Review of Fifty Years in Time and Space: A Short History of Doctor Who by

Book cover for Fifty Years in Time and Space: A Short History of Doctor Who

My roommate, Julie, got this for me as a birthday gift. (She also gave me a rather nifty silicone baking pan with Doctor Who–themed moulds in each of the cups.) We share an affinity for Doctor Who; I feel particularly lucky to be living in England during the 50th anniversary year. I’ll get to go watch the anniversary special in theatres on the night it premieres (in Canada, because my city is not particularly blessed, I’d have to wait until Monday to see it in theatres, and then what’s the point?). More generally, living in England has given me a different perspective on Doctor Who by exposing me to elements of culture that have helped shaped the show. Of course, it goes the other way too—elements of Doctor Who have seeped into British life, and arguably the success of the show affected the lifestyles of families in Britain.

So I was quite excited to read Fifty Years in Time and Space: A Short History of Doctor Who. It’s from an independent publisher out of the way and is, in fact, signed by the author. And this provenance shows in some aspects of its production: the typesetting is very minimalist, with no running headers or footers aside from page numbers, and a few typos here and there that more careful copy-editing might have spotted; I am sceptical that much editing of any sort happened, which I’ll address shortly. However, Frank Danes delivers exactly what he promises on the cover: it is a history of the show, and it is relatively short. Indeed, he goes somewhat beyond that, delivering a very detailed history despite its brevity.

Danes takes the show mostly in chronological order. He expresses his hope in the introduction that readers will "forgive me for jumping around and pursuing the bits I’m most interested in", adding that his analysis "coloured by my own critical preferences". And, fair enough. So are my reviews. So Danes starts with the origins of Doctor Who, the First Doctor, the concept of regeneration, and each Doctor thereafter. He points out some of the most significant episodes, explains why certain companions or Doctors chose to stay or go, and gives interesting behind-the-scenes information on costume and prop designs, production and script development, and the show’s reception in the eyes of fans and the BBC itself.

This chronological order makes a lot of sense at face value, but it also leads to problems. Danes claims his secondary objective is to chart the way Doctor Who’s attitudes towards politics and the presentation of current events changes. One would think that a chronological approach would be the most conducive to such a survey. Yet the staggering amount of history to Doctor Who belies such a simplistic method. It results in much repetition from Danes, and what he doesn’t end up repeating, the reader needs to retain and recall when it becomes important again, fifty pages on.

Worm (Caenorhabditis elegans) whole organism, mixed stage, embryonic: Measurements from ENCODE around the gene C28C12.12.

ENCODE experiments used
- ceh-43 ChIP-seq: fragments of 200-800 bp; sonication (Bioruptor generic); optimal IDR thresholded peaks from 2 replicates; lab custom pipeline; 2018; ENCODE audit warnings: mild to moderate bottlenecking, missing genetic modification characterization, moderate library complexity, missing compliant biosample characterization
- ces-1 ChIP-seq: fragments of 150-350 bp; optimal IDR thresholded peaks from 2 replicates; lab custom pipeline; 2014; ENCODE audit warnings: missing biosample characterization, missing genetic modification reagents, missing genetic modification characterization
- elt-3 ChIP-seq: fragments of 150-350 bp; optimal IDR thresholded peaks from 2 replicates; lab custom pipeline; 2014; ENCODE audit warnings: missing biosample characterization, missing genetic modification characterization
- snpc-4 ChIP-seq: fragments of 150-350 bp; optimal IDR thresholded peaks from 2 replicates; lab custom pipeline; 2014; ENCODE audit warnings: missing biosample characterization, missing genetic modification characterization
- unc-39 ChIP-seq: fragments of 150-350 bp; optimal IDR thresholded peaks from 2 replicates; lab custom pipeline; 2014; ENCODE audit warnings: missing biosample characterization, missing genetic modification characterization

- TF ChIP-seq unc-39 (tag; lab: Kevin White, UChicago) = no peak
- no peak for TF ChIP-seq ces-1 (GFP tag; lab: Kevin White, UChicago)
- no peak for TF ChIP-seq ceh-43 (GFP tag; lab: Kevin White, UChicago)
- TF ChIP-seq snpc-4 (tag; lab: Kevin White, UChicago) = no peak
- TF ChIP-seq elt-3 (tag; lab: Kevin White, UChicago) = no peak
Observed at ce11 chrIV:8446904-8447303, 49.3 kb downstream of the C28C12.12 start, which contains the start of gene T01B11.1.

A more ambitious yet more effective approach would involve a more deliberate organization based on themes, characters, and issues that recur throughout the fifty years of the show. Instead of a chapter, roughly, for each Doctor, Danes could have tracked the evolution of humour, of the monsters, of the role of the companion, etc., within each chapter. He could have spent a chapter talking about regeneration and the various ways the Doctors have been cast, and a chapter devoted solely to the series’ tumultuous relationship with its parent company. There would inevitably be some overlap and repetition, but with some careful authorial choices, it would be manageable. And the result would likely be a more coherent book than this.

For, regardless of its considerably informational value, Fifty Years in Time and Space is pages upon pages of a wall of text. Open the book to any page, and you are confronted with truly massive, back-breaking paragraphs. Danes wrings every detail out of his discussions, carefully noting story titles, dates, actor names, etc. I commend his commitment to such fidelity, but it comes at the cost of readability. It took me several days to read this book, and while I’m used to non-fiction taking longer, I felt noticeably slowed down by slogging through the writing here.

Having finished all 272 pages of this, I rather feel like I’ve spent several hours trapped in an elevator with a Doctor Who fan with encyclopedic knowledge of the show. He knows a lot about the show, so much so that he can’t resist sharing it with you in a long, rambling, unbroken series of lectures that you just can’t stop. You learn lots of interesting things along the way, but once you escape from the elevator and the fan (who follows you once you leave the elevator, because you regained your freedom in the middle of his dissertation on the production problems of Colin Baker’s last season, so you have to lose him by doubling-back and hiding in a nearby restaurant) you realize that you will probably forget most of it, and that you really want to watch some Doctor Who.

No regrets whatsoever about swallowing this walrus, but it’s left me interested in seeing what someone can do with a little more consideration and more careful editing.

Engagement

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